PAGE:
4. I definitely think my shopping habits are changing. Lockdown was bound to alter the way we shopped but I hope that a lot of us keep up these changes.

    Although I need to stop buying books, that is my biggest downfall right now. Although I share them with friends before taking to a charity shop.

    I have really enjoyed shopping with small businesses and using the local butchers and greengrocers since last March as well x

  5. Very interesting, Jenny. I do think online shopping has, of necessity, become more frequent but, speaking for myself, I do try and shop small and independent (Etsy, Not on the High Street, etc) where I can. Of course, Amazon is still king for a lot of purchases, but I think the ease of buying online is something physical shops are going to struggle to counter over the coming months. I hope I’m wrong though! x

  6. Very interesting read, Jenny! I actually think quite the opposite. Maybe in my country but it seems like everyone on my block has one Amazon package a day or every other day! I think people are buying things to have something to look forward to since everything is so uncertain! I love shopping intentionally and making sure that what I purchase is what I want/need so I do take my time to purchase things! Thanks for sharing x

    Lynn |

  7. It’s a very interesting question – trends like fast fashion are definitely environmentally damaging, and are being sustained by consumers who are not concerned by their impact. It would be nice to think that consumers will be able to alter the market, because the practises of companies are unlikely to change!

  8. what a lovely little read I totally agree. I work in retail and people have been saying there glad were back open and shopping in the supermarket was ok but not great as they prefer more options ect such a weird thing to be going through x

  9. It’s such a good topic! It’s just a pity that a lot of people can’t afford to shop sustainable and those cheaper items usually win! It would be great if the government could do some incentive to price match sustainable products – especially health, beauty and cleaning products!

    Corinne x

    1. That really would be wonderful, wouldn’t it? Although I definitely think there are other ways to do your bit for sustainability, even if you can’t afford to shop for sustainable clothing!

  10. I have definitely taken a closer look at my shopping habits and plan to continue to do so in the future, but it will be interesting to see how shopping trends change when everything opens up again. Hopefully people continue to shop more responsibly. Thanks for sharing!

  11. I’m certainly trying to make a concious effort to think about where my clothes come from, and, where possible, shopping sustainably. For me that also means accepting hammy-downs and even digging through charity shops. I’ve always loved that sort of stuff anyway, and found it was the best way to come across some rare gems.

  12. I was always looking for ways to shop more sustainable and one of they things I did during this pandemic was switch my skin care and make up to cruelty free. I am also shopping small–Canadian businesses on Etsy, local if I can–bit harder as everything is STILL closed and I’m much more wary of big sell sites now. Thanks for sharing your thoughts.

  13. This was an interesting read! I know that during this time a lot of people went for a more conscious way of buying and changing habits and hope that more people and companies try to get on a greener and sustainable way, though I am scared everyone will just get back to it as soon as everything is back to normal. Thanks for sharing x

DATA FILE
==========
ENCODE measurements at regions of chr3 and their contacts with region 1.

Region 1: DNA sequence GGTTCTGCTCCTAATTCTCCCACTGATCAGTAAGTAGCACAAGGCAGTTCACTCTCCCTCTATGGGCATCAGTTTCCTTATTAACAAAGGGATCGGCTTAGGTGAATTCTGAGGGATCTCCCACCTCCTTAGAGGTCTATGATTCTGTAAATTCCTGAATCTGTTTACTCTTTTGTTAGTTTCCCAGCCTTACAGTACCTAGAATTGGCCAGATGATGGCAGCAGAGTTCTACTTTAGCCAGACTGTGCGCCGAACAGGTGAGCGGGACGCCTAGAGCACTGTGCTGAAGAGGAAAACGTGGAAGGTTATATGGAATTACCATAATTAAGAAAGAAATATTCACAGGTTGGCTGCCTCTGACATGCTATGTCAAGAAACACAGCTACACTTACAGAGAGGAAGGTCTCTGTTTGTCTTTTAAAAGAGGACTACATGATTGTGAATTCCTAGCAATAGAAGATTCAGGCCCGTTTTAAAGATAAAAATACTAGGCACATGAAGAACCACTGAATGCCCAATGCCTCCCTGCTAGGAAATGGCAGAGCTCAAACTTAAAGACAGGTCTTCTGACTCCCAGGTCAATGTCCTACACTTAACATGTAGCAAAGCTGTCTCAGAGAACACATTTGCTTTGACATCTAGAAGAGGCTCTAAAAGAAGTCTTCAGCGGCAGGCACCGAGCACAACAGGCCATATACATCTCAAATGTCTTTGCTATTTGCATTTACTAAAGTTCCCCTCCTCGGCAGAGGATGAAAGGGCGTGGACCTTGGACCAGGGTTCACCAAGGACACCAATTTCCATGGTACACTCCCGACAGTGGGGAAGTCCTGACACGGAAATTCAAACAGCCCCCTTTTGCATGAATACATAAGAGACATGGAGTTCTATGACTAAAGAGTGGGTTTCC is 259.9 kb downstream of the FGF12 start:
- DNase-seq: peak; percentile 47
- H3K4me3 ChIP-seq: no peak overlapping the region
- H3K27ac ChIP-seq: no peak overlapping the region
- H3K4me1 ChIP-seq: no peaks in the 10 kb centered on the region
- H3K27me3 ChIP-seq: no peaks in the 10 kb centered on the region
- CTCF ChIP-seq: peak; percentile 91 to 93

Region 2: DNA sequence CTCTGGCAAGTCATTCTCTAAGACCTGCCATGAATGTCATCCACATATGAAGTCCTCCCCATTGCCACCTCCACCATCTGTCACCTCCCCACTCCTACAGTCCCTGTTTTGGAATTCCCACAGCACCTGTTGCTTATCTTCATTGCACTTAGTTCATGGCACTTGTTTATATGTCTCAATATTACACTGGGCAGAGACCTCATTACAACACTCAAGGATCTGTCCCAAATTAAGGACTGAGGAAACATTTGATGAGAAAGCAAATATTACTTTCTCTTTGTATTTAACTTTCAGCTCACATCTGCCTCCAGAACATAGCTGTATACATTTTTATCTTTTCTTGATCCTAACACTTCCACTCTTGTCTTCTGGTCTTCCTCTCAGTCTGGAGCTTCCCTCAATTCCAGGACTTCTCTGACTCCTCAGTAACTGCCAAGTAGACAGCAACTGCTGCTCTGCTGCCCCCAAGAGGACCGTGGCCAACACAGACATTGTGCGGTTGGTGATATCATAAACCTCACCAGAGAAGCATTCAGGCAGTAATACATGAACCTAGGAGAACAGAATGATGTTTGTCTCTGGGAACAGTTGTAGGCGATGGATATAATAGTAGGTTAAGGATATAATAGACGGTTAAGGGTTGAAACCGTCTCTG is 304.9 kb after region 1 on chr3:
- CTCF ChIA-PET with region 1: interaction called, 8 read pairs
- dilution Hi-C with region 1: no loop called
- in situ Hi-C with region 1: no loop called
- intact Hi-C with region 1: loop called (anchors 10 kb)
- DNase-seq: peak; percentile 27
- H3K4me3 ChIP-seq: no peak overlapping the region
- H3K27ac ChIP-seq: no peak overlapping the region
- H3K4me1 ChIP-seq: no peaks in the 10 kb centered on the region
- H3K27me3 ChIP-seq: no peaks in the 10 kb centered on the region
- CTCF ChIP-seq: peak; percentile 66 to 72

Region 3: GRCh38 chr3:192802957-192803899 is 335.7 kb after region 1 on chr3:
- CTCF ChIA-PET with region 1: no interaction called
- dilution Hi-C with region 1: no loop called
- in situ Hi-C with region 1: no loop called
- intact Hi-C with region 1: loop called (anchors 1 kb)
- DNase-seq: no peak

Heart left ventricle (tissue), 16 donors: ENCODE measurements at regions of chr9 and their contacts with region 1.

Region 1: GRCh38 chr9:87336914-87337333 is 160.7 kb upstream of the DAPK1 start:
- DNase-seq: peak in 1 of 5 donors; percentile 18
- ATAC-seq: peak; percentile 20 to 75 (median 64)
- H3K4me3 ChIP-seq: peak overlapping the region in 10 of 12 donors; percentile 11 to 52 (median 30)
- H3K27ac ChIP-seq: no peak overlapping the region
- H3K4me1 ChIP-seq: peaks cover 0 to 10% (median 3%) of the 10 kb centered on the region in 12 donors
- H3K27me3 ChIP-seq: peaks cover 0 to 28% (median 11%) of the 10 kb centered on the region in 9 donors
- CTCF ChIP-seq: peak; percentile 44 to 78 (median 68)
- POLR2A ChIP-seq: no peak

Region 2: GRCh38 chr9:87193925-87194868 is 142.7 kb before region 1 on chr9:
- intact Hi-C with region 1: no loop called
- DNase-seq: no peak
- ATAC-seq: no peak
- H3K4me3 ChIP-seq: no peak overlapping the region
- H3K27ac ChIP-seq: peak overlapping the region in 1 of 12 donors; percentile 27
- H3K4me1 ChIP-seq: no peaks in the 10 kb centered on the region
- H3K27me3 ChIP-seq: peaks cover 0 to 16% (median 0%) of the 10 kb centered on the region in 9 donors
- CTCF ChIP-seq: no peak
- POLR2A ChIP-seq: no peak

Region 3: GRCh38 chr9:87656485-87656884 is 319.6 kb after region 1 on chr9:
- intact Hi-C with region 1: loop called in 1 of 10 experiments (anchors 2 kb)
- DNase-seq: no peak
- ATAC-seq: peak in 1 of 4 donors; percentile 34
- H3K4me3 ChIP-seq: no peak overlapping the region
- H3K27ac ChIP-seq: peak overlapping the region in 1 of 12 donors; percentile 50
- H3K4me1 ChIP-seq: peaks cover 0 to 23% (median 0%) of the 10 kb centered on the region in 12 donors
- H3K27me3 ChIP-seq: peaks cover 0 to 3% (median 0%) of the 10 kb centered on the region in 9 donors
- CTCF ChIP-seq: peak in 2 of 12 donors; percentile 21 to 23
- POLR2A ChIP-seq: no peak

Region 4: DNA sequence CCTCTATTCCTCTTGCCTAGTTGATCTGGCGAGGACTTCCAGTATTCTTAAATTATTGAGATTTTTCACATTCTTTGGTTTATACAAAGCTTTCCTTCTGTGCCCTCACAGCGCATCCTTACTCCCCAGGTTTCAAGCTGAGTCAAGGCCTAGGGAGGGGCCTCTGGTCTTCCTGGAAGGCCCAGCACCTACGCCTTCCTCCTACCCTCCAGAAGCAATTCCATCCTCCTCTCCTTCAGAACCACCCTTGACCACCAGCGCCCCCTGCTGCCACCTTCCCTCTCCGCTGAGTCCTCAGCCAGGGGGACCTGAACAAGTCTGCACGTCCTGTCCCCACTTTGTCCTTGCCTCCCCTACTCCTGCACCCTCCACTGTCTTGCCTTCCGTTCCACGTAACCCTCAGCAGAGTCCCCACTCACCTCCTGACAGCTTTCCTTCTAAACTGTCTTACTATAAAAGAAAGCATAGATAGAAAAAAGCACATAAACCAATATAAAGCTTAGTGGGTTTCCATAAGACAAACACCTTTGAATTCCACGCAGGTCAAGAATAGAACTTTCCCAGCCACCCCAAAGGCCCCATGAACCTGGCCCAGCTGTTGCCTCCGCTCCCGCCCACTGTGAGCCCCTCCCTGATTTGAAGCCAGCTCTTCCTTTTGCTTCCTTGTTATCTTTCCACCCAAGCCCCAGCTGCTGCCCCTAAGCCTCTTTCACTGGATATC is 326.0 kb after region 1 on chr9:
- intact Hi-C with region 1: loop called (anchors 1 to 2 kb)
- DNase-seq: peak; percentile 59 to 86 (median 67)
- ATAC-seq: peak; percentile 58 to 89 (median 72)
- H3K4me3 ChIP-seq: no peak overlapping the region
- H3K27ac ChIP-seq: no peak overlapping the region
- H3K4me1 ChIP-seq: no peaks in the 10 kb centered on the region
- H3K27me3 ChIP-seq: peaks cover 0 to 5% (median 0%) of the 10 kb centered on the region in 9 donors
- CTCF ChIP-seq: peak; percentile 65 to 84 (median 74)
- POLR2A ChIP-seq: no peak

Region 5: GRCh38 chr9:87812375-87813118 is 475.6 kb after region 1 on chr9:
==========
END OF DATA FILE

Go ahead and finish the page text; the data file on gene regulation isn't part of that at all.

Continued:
14. I totally agree with you, I think brands and consumers will have evolved in a way that COVID has caused.
    If we can all try to be more sustainable and greener, I’m 100% behind it


  15. This is a great, thought-provoking post, Jenny! I buy 100% natural and plastic free makeup and 9/10 sun-care and skincare products for my children and I are plastic free and natural. My fashion choices are vastly changing. I am researching brands who produce sustainable pieces, and I try to make better choices when shopping for food. I am also vegan, have breastfed, use washable period products and try my very best to be kind to the planet!

    Within my businesses I choose to collaborate with sustainable brands and use supplies from local small businesses in marketing campaigns as much as possible.

    The Green Alchemist as you mentioned, is just the most amazing initiative for businesses for buying and selling recyclable materials.

    Thank you for spreading the word about sustainability and it’s certainly an area we can all make a change in.

  16. I for sure have used my money more wisely during the pandemic, I’m caring a lot less about wearing the same clothes when meeting up with friends (before I’d always feel I needed a new outfit), and when I do shop, I try to be more sustainable or purchase things I know I’ll get multiple wears out of! So I’d have to agree, I think people’s mindset has changed and it’ll be interesting to see what brands do to combat this (ie: hopefully become more sustainable)

    1. I totally agree. I rarely bought clothes before tbh but I’ve never really found an issue with wearing the same thing more than once for an occasion. I think shopping your own wardrobe is super fun!

  17. This is a very insightful post, and interesting to understand a bit more about your thoughts on consumer habits. I think people are more likely to shop local, choosing small businesses because of the impact of covid! I think that sustainable choices are becoming more common too 🙂

  18. Love this post! I do think buying habits will change but I am worried about a lot of people “making up for lost time” later. That being said, COVID is not going to disappear anytime soon so gradually buying habits will change and last over time.

  19. I love this. I’ve been really big on shopping small (that sentence feels wrong aha) over the last year and I’m super conscious of what I’m buying. I’m not great at it, but I’m definitely more aware of how something is sourced etc. This has got some great ideas – thanks for sharing!